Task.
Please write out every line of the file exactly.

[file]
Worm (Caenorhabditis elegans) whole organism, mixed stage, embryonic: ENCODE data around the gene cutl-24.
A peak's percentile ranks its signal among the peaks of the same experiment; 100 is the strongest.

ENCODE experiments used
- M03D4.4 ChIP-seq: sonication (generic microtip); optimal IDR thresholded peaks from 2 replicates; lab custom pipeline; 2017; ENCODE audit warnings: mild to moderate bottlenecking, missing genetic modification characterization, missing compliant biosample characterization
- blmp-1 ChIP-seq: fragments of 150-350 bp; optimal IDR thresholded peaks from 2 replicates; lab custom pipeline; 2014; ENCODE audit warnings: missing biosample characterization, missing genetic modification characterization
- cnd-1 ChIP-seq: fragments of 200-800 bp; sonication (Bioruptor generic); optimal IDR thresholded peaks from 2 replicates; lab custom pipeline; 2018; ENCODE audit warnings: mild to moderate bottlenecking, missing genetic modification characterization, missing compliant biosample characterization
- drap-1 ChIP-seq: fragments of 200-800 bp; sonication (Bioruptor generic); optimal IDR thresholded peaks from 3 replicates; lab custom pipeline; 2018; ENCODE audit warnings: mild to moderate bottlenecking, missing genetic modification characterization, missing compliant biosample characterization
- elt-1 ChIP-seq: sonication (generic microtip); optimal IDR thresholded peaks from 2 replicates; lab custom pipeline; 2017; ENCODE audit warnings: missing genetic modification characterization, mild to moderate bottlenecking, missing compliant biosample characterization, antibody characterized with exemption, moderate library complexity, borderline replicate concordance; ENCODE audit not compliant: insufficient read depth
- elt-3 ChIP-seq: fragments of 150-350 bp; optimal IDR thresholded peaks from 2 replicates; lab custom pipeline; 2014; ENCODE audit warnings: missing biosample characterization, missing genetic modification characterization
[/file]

Worm (Caenorhabditis elegans) whole organism, mixed stage, embryonic: ENCODE data around the gene cutl-24.
A peak's percentile ranks its signal among the peaks of the same experiment; 100 is the strongest.

ENCODE experiments used
- M03D4.4 ChIP-seq: sonication (generic microtip); optimal IDR thresholded peaks from 2 replicates; lab custom pipeline; 2017; ENCODE audit warnings: mild to moderate bottlenecking, missing genetic modification characterization, missing compliant biosample characterization
- blmp-1 ChIP-seq: fragments of 150-350 bp; optimal IDR thresholded peaks from 2 replicates; lab custom pipeline; 2014; ENCODE audit warnings: missing biosample characterization, missing genetic modification characterization
- cnd-1 ChIP-seq: fragments of 200-800 bp; sonication (Bioruptor generic); optimal IDR thresholded peaks from 2 replicates; lab custom pipeline; 2018; ENCODE audit warnings: mild to moderate bottlenecking, missing genetic modification characterization, missing compliant biosample characterization
- drap-1 ChIP-seq: fragments of 200-800 bp; sonication (Bioruptor generic); optimal IDR thresholded peaks from 3 replicates; lab custom pipeline; 2018; ENCODE audit warnings: mild to moderate bottlenecking, missing genetic modification characterization, missing compliant biosample characterization
- elt-1 ChIP-seq: sonication (generic microtip); optimal IDR thresholded peaks from 2 replicates; lab custom pipeline; 2017; ENCODE audit warnings: missing genetic modification characterization, mild to moderate bottlenecking, missing compliant biosample characterization, antibody characterized with exemption, moderate library complexity, borderline replicate concordance; ENCODE audit not compliant: insufficient read depth
- elt-3 ChIP-seq: fragments of 150-350 bp; optimal IDR thresholded peaks from 2 replicates; lab custom pipeline; 2014; ENCODE audit warnings: missing biosample characterization, missing genetic modification characterization